But I also want to show you a little more of Paris. I promise there will be just one more post after this one. And Brimfield will come first.
I'm perpetually bewitched by the big tourist boats ploughing up and down the Seine. I love watching them but when I've taken them, I'm less thrilled by the loud tour guides and music on board. I'd been planning to take one on this trip, but the idea of being inside under glass or sitting on a deck with the sun beating down and the racket wasn't appealing. So I admired from a distance:
Descendant of Claude Monet in front of Shakespeare & Company:
Shakespeare & Company is loaded with atmosphere inside, and even has a nice tabby cat upstairs in the library area, where people play the piano and everyone wanders around feeling artsy. (They also have a coffee shop next door, because even famous Parisian bookstores need to find new ways to survive.) Alas, they don't allow any photography inside. Except in this book, so go there and look at the photos. It was too crowded for me to take a decent photo outside, but you've seen those a million times anyhow. I've always liked this sign:
For us, every trip to Paris includes a visit to the medieval Rue Galande, where there is a very good archaeological bookstore among other little shops:
I usually sit downstairs and read my guidebook among their antiquities (that's probably how they survive) while my husband checks out their new and rare books. Twenty years ago, when we told them we were on our honeymoon, they gave us a Ptolemaic coin as a good luck charm. It worked! And now we always go back.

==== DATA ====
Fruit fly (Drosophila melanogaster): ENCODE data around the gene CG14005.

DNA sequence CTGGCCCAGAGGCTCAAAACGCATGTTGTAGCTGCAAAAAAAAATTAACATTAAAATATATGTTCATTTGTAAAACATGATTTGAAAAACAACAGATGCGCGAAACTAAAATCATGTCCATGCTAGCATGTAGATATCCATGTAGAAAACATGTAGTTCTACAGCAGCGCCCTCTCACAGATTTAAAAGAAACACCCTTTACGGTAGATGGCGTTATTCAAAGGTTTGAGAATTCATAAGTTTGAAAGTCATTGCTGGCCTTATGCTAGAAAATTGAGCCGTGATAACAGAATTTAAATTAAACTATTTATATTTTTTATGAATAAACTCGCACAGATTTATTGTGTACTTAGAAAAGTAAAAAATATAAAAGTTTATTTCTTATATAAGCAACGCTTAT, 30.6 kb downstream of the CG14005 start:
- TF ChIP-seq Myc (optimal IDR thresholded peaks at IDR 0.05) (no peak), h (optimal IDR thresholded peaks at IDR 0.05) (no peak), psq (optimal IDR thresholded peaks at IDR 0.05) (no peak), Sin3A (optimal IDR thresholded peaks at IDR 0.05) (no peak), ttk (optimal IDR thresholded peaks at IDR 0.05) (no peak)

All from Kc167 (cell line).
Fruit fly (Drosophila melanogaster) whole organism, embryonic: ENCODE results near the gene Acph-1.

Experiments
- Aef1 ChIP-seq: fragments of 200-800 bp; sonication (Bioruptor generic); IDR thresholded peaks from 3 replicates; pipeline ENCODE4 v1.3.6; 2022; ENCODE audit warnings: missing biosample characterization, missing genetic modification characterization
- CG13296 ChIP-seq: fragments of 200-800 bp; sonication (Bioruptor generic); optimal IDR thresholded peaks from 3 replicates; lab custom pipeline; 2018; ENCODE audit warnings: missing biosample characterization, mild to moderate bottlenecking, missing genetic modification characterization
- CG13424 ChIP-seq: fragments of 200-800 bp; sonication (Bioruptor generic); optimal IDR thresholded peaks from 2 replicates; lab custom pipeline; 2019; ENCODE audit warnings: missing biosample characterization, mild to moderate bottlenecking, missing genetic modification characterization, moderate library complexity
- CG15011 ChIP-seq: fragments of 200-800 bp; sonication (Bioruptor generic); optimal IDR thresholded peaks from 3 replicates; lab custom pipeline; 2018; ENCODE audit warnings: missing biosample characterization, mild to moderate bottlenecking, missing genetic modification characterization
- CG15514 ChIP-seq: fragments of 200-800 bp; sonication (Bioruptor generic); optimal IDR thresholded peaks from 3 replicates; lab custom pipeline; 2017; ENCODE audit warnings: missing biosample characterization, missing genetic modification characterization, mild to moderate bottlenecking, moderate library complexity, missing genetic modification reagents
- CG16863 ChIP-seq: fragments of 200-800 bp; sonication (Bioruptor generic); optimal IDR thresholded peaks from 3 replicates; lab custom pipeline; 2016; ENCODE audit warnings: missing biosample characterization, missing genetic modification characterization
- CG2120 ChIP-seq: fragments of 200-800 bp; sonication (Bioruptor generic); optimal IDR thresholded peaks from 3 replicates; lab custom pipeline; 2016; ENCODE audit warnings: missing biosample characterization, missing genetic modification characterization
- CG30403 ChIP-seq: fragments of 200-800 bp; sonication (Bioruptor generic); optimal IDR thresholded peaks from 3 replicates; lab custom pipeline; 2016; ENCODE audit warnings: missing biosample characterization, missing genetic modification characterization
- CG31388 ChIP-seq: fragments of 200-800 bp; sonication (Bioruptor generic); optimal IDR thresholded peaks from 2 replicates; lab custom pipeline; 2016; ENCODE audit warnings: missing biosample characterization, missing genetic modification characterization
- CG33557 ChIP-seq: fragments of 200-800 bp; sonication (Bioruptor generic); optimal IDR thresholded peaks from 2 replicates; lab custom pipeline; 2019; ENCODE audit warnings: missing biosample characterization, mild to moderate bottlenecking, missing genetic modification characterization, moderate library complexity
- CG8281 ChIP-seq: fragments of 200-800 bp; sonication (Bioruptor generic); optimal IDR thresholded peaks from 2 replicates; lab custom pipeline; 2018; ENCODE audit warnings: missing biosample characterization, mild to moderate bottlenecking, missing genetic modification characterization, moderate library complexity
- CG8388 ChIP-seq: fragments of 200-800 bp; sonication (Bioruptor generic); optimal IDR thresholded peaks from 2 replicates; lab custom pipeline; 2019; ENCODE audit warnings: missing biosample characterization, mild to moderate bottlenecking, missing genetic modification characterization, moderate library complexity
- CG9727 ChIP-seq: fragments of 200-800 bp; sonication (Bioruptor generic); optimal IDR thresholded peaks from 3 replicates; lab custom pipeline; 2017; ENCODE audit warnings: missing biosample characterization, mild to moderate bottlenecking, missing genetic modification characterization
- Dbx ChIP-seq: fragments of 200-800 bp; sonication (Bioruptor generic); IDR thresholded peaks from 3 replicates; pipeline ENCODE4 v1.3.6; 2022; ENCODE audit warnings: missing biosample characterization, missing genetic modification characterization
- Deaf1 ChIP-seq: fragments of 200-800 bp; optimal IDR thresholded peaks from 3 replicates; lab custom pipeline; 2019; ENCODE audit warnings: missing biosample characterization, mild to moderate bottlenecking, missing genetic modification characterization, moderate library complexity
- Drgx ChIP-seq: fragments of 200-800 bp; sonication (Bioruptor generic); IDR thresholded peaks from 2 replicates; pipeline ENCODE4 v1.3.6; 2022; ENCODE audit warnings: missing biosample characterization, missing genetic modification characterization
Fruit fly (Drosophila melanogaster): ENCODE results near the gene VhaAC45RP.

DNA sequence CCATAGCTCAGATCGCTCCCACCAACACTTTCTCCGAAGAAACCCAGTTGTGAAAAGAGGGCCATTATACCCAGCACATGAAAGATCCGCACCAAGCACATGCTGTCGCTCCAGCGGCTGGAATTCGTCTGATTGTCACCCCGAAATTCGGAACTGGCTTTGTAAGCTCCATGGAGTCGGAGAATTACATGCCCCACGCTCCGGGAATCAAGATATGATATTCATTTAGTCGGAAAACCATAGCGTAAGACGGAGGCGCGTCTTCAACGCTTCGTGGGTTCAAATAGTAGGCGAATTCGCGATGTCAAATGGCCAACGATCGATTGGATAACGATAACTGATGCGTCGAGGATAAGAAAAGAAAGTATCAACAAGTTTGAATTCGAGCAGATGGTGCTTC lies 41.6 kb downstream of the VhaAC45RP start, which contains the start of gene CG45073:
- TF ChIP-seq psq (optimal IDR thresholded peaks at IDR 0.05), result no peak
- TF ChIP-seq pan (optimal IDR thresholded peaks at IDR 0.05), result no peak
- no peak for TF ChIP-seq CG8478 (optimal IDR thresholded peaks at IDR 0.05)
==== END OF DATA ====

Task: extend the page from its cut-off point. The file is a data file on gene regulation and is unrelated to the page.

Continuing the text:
Early in the morning, you can choose the best seat at the café:
Where is everyone? Don't worry, soon almost every seat will be taken, and when you get the last one, the people on either side of you will all light up cigarettes at the same time.
We need more pastel graffiti here in America:
I had a fast, tasty lunch from a crèpe stand in the Marais. My crèpe had ham. olives, and mushrooms buried in all that cheese, which turned crispy from the griddle. I sat at the counter and watched the crèpemaker sway to "Like a Prayer" as he cooked— his radio was blasting American oldies and the beat proved irresistible.
I'd return to the hotel in the afternoons to find little notes on the bed or in the bathroom. I figured out that they came from the shy, smiling young fellow who sometimes served breakfast. It was weird but charming:
Churches stay cool in the hottest weather:
This probably accounts for the religious fanaticism that flourished from the Middle Ages to the 20th-century development of air-conditioning. There's a Ph.D. dissertation topic in there somewhere, blending the history of HVAC technology with religion — and you are welcome to take my idea and develop it, because I don't plan to. I just like to park myself in churches, especially when I get lucky enough to listen to the organist practice. As I sat in this one, I heard Bach fugues and the Pachelbel Canon. (I guess they aren't so tired of it in France.)
Everyone flocked to the Seine on hot summer evenings. Several days after we left, "Paris-Plages" began — sandy beaches are built along with river, with floating swimming pools, palm trees, and other amenities. (Click that link to learn how this year is different because of The Orange One.)
A hot and hazy sunset, around 10 pm:
I heard that, two days after we left, Paris got 2 inches of rain in one hour. Part of the Louvre's basement level flooded. If I had still been there, I would have enjoyed getting drenched — and cooled to the bone.